For the introductory blog post to San Diego’s historical landmarks, click on San Diego’s Historical Landmarks.
San Diego Historical Landmarks — #1: El Prado Area Designation, part 1
After passing Sefton Plaza, one arrives at the historic, and very beautiful Cabrillo Bridge. The first view below is going east on El Prado just after passing Sefton Plaza. The second view is the bridge as seen from the highway below.
(In the first picture above, the person at the right side of the bridge is James Frimmer, my other half.)
The Cabrillo bridge was built for the 1915 Panama-California Exposition. According to current sources, the bridge, including its approaches, is 916 feet long with a main span 450 feet long and 120 feet high.
In my copy of “Descriptive Guide Book of the California-Pacific International Expostion at San Diego, California, 1935,” (hereafter “Descriptive Guide”; publish date not stated but obviously 1934 or early 1935), page 6 states,
“The bridge with its approaches is 1505 feet long … and a height above Laguna del Puente of 110 feet.”
The bridge spans State Highway 163, completed in February 1948 (the orange north-south road in the map above), but the difference between 1,505 feet and 916 feet is not insignificant. Makes me wonder where those other 589 feet disappeared to. It’s not like the area has changed, and what would you do with an approach of 589 feet? The only thing I can think of is that the eastern approach at the time included El Prado all the way over to Pan American Road (see location of “El Cid Statue” on the map above).
Laguna del Puente was a lagoon in the canyon below, at the time called Pound Canyon, clearly visible in this picture from 1916 (courtesy of Wikipedia only because I would have had to take a picture of a picture in one of my books, download the picture, etc. Wikipedia was easier):
Pound Canyon was used to hold horses and cattle in the late 19th Century. By the time of the 1935 Exposition, Descriptive Guide states,
“In the lagoon are water lilies, rushes, pampas grass and bamboo.”
I mention pampas grass and bamboo because they are not native to San Diego. Bamboo was introduced to San Diego for the Koalas a few hundred feet away at the San Diego Zoo, which was founded in 1916. Although I could not find my source for this post, I remember reading that pampas grass was introduced in an effort to grow something similar to bamboo, but less expensive and easier to grow, with the hope that the Koalas would eat it. They didn’t, and don’t. Bamboo it is.
Pampas grass is also considered an invasive, non-native species, and county workers are striving to eradicate it from San Diego County. That’s why you won’t find it in plant nurseries here. Unfortunately, people bring it in from other states, which is why you’ll have a plant check at inspection stations when you drive into California from other states.
Thomas B. Hunter of San Francisco designed the bridge, a multiple-arched cantilever structure and the first bridge of its type in California.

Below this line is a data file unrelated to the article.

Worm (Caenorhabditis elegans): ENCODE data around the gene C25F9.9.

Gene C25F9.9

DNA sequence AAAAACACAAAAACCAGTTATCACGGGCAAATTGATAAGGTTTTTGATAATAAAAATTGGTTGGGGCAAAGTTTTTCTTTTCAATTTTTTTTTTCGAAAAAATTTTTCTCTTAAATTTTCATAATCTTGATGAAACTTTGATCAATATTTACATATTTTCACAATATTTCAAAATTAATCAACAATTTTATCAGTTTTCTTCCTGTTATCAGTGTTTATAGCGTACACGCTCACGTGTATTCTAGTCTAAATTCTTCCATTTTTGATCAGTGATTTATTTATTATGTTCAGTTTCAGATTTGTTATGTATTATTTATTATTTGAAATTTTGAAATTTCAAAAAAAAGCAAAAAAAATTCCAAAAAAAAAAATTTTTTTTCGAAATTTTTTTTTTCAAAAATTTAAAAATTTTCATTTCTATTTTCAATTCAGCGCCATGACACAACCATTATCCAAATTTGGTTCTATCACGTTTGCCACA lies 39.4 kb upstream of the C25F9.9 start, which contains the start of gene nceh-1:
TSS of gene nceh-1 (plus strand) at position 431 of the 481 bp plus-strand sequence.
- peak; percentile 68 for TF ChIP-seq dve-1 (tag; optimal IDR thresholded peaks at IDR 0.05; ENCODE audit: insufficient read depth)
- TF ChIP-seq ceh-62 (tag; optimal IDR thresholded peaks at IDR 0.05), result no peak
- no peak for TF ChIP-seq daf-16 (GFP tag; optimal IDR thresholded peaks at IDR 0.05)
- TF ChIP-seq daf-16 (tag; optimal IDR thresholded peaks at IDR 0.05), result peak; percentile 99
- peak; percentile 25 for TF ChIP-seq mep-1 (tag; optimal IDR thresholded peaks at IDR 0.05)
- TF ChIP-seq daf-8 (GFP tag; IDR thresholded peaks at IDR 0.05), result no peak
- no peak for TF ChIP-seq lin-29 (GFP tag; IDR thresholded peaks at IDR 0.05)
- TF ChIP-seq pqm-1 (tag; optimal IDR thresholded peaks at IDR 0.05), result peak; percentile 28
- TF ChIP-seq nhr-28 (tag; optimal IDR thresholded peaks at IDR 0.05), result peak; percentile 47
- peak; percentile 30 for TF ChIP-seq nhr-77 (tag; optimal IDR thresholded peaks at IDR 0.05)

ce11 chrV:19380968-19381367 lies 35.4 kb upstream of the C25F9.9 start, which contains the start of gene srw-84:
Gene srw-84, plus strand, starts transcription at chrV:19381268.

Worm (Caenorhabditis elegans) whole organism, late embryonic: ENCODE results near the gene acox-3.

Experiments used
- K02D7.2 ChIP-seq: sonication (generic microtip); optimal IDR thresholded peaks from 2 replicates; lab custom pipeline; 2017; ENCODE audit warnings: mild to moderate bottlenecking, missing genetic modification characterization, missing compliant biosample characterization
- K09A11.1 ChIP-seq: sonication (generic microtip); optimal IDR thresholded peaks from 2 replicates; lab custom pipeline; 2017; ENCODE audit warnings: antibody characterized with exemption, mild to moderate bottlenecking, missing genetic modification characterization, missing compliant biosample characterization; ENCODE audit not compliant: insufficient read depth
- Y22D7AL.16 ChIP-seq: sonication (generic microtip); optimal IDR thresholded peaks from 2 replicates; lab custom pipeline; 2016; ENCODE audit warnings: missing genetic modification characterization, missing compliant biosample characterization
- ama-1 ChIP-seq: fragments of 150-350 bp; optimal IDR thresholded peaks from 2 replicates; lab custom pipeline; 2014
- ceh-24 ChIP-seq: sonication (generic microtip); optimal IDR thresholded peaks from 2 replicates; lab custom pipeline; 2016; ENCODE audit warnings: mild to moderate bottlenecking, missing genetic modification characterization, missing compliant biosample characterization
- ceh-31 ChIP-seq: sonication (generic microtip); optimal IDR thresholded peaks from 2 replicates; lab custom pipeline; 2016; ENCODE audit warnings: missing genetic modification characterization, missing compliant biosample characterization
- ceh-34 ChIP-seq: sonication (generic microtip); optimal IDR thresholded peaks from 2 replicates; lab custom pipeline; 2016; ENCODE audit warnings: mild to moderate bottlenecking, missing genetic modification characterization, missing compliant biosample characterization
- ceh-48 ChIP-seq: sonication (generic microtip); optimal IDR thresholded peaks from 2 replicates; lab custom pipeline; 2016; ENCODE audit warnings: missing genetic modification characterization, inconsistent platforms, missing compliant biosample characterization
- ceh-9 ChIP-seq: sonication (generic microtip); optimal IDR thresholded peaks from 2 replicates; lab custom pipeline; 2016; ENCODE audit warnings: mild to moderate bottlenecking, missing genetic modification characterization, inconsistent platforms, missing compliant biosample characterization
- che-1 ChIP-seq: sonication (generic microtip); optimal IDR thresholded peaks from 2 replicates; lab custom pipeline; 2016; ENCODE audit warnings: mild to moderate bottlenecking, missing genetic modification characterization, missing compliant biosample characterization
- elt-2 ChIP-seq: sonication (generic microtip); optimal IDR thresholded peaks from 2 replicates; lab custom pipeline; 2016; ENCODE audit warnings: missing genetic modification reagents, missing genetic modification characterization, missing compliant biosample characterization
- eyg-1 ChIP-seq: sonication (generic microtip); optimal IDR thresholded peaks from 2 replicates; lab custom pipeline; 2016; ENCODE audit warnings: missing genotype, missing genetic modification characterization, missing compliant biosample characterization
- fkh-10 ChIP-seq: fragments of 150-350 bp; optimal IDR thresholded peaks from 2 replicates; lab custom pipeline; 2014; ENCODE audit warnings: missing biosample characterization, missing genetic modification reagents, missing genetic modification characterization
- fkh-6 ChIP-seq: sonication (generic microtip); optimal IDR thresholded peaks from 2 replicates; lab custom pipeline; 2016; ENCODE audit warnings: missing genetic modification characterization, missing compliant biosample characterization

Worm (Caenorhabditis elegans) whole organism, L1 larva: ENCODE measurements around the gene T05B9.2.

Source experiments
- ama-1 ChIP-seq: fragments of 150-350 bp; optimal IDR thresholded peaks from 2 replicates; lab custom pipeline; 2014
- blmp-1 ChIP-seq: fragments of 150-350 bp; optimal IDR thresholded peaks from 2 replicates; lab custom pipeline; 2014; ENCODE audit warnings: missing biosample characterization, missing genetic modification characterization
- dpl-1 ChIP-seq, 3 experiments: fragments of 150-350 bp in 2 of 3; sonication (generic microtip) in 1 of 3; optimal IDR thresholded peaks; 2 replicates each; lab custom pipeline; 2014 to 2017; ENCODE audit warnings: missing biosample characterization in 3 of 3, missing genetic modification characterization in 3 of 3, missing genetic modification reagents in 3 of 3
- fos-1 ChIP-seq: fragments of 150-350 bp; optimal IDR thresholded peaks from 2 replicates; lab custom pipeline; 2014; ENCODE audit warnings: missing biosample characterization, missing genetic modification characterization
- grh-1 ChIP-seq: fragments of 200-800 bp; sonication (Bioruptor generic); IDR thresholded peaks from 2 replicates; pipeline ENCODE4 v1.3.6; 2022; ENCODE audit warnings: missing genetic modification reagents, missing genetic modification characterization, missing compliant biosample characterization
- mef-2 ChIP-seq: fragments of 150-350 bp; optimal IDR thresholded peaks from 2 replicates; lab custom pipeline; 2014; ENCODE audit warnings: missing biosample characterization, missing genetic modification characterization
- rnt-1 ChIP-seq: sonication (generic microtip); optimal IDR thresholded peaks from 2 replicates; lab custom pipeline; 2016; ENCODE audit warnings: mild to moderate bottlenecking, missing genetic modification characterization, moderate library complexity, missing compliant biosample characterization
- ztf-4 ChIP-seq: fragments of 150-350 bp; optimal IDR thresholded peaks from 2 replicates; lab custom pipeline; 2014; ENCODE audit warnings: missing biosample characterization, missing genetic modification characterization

Construction began in December 1912 under the direction of supervisor Frank P. Allen, Jr. The cost reached a quarter of a million dollars, about $5.8 million today. It features seven arches, each 56 feet across, supported by fourteen hollow concrete pillars. The pillars were constructed using over a million board-feet of wood, mostly redwood. Entrance doors at the bottom of each pillar provide easy access for maintenance. Although the entrance doors are normally locked, the locks were often picked and the doors damaged or destroyed by vagrants.
A fire erupted in the easternmost span of the bridge in July 1951, with redwood timbers smoldering for many hours. Once the fire was out, it was quickly forgotten. Perhaps it served as an omen, though, because another fire erupted on June 17, 2004. Again, old wooden concrete forms ignited. Since the fire could not be reached inside the pillars, firefighters jackhammered holes in the bridge’s sidewalks and pumped foam and water into the pillar. The fire has been attributed both to vagrants and to arsonists. The 2004 fire caused Caltrans to undertake a major rehabilitation of the bridge, repairing broken concrete, replacing corroded steel, and removing most of the old wood froms used in the original construction.
Although one can drive across the bridge now, it was originally intended as a pedestrian bridge. It was dedicated on April 12, 1914, by Franklin D. Roosevelt, then Assistant Secretary of the Navy; San Diego had, and still has, a significant Navy presence. Roosevelt and San Diego Mayor Charles F. O’Neill made the first automobile crossing, and automobile crossings for the next few years were reserved to dignitaries. Roosevelt returned in 1935 as President of the United States to cross the bridge again for Balboa Park’s second Exposition.
Not all history about the bridge is good. By October 1931, 17 people had commited suicide by jumping from the bridge. By 1950, the toll had jumped (pun intended) to 50, with eight of them occuring during the first six months of 1950. That caused the City to install wrought iron fencing on both sides of the bridge in June 1950.
It should be noted that not all suicide attempts were successful. In 1934, a sailor jumped from the bridge and splashed into Laguna de Puente. He survived. It is said that “when the ambulance arrived, he sat at the edge of the lagoon and complained of a headache.”
Suicide jumps from the bridge did not really stop until the Coronado bridge, rising 200 feet over San Diego Bay, was opened in 1969.
In part 3 of San Diego Historical Landmarks — #1: El Prado Area Designation, I’ll look at the California Tower and the Museum of Man.
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